On Wed, Nov 30, 2011 at 4:11 AM, Garthy D
<garthy_lmkltybr / entropicsoftware.com> wrote:

> Thankyou for the detailed reply. :)

You're welcome!

> On 30/11/11 00:07, Robert Klemme wrote:
>>
>> On Tue, Nov 29, 2011 at 1:43 PM, Garthy D
>> <garthy_lmkltybr / entropicsoftware.com> =A0wrote:

>> What you observe might mean that you
>> simply haven't created enough Ruby garbage for GC to think it needs to
>> work. =A0I have no idea how you allocate texture memory but if it is in
>> a C extension written by you I would check whether there is a way to
>> go through MRI's allocation in order to correct MRI's idea of used
>> memory. =A0Implementation of Ruby's String might be a good example for
>> that.
>
> Your assumption re the C extension for texture memory is pretty-much spot
> on. :)

:-)

> Re texture memory, it's a little more complicated than a standard
> allocation. Some memory will be the standard allocated sort, but some wil=
l
> be on the video card, and they're effectively coming from different "pool=
s"
> (or heaps), neither of which I'll have direct control over. Unless the Ru=
by
> GC directly understands this concept (I don't know if it does, but I'm
> guessing not), I'm not going to be able to use Ruby to manage that memory=
.
> Unfortunately, the problem goes a bit beyond just textures, as I'm wrappi=
ng
> a good chunk of a 3D engine in Ruby objects. That's my problem to worry
> about though.

Sounds tricky indeed.

> And that's assuming I can redirect the allocation calls anyway- I'm not s=
ure
> if I can. It'd be nice to be able to inform the Ruby GC of allocated memo=
ry
> (or an estimate, if it keeps changing) without actually leaving the GC to
> allocate it. Please correct me if I'm wrong, but I'm assuming this can't =
be
> done, and you must use the ALLOC/ALLOC_N-style functions?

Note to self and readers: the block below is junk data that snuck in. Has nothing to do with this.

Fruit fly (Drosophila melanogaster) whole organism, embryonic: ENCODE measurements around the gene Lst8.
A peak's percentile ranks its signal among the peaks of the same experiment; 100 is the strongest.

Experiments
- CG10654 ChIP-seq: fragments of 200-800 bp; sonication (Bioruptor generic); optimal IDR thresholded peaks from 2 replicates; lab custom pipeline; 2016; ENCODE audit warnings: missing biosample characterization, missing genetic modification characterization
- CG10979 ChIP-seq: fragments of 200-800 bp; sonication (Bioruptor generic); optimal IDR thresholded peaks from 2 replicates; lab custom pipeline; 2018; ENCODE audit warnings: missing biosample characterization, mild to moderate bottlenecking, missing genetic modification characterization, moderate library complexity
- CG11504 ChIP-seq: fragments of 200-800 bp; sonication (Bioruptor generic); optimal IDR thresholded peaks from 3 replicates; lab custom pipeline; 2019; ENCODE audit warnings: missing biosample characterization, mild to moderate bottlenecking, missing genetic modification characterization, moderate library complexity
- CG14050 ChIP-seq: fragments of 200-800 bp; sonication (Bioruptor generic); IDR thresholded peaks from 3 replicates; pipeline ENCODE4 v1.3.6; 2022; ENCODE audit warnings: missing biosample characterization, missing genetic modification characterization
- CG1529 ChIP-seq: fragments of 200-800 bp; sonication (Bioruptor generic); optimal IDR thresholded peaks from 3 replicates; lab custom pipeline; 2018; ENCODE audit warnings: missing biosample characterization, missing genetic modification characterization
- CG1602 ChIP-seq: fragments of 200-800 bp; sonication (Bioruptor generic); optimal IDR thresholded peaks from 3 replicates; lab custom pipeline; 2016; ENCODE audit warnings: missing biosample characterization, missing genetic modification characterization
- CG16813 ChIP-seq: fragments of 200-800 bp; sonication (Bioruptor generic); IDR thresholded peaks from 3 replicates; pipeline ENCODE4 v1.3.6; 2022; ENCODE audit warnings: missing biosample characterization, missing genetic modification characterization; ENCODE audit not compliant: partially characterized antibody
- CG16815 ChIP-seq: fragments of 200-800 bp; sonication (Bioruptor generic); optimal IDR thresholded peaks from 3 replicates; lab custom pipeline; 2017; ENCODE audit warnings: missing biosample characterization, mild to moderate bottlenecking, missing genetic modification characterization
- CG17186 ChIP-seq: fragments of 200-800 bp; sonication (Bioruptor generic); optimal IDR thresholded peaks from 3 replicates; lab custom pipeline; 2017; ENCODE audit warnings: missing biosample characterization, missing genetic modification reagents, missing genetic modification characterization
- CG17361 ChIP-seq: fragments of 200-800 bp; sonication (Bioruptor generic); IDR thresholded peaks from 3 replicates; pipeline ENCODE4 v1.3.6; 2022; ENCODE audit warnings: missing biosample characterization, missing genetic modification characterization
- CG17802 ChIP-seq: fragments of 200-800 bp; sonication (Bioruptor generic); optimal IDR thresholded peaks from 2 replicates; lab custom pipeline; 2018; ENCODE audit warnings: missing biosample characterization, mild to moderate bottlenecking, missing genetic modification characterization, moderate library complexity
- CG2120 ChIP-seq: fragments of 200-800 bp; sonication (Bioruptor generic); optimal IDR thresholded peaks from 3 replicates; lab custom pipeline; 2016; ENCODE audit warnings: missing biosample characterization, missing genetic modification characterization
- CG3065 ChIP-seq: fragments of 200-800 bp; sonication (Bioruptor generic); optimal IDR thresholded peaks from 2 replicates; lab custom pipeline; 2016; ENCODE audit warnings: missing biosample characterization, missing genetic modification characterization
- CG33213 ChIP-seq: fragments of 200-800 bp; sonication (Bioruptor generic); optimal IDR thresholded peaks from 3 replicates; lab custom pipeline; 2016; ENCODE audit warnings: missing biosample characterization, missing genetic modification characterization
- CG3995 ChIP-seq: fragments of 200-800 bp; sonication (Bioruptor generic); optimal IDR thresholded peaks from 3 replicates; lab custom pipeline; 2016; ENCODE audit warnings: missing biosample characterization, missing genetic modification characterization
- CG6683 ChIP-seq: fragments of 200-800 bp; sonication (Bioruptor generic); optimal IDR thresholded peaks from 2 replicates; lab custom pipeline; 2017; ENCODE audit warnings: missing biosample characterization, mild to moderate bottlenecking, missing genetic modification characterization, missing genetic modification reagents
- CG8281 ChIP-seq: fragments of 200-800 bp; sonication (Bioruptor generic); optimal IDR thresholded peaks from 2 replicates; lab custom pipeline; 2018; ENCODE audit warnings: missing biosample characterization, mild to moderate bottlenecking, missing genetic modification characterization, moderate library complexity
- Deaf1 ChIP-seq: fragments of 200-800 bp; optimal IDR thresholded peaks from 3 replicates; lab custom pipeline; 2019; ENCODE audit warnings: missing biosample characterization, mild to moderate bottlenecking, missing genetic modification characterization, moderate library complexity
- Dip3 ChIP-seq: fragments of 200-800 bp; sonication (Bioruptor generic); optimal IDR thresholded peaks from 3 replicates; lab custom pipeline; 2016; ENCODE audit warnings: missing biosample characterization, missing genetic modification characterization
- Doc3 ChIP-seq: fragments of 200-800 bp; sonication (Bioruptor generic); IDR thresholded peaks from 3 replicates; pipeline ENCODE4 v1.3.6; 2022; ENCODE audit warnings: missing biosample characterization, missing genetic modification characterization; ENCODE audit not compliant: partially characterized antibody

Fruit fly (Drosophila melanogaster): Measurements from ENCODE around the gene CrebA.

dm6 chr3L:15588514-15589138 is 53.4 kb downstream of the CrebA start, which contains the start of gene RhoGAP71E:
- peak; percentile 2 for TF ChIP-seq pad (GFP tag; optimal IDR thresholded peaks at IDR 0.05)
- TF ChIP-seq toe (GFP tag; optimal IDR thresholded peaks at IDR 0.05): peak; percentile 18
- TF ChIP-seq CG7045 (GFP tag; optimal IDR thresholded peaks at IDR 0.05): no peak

I'm not such a good source for this as the source (or Matz).  So you
probably better look elsewhere for a definitive answer.  Maybe for
your issue it is sufficient to just reduce the threshold from which on
Ruby starts considering GC at all.  I can't really tell.

> Unfortunately it causes a lot of problems in my case, as I had assumed on=
e
> thing from general reading on the topic, and observed another. That's my
> problem to deal with though, not anyone else's. Still, there seems to be =
lot
> of information online that talks about Ruby performing mark and sweep,
> either stating outright that unreferenced objects are freed on first GC, =
or
> heavily implying it at least. From your description, and my observations,
> this information appears to be incorrect. Basically, there seems to be a =
lot
> of misinformation about what the GC is doing. Apart from the source, is
> there some place where the correct behaviour is discussed, that could be
> referred to instead, particularly if someone is suggesting that the MRI G=
C
> implementation should immediately clean up these references on next GC
> (which, as we've established, isn't accurate)?

I am not aware of any.  I haven't searched extensively though.  But we
might need to update locations you found to reflect the truth.
Ideally someone from core team would do a writeup which explains how
GC works - at least for MRI.  Chances are also that behavior has
changed between 1.8 and 1.9 as these are quite different internally.

Kind regards

robert

--=20
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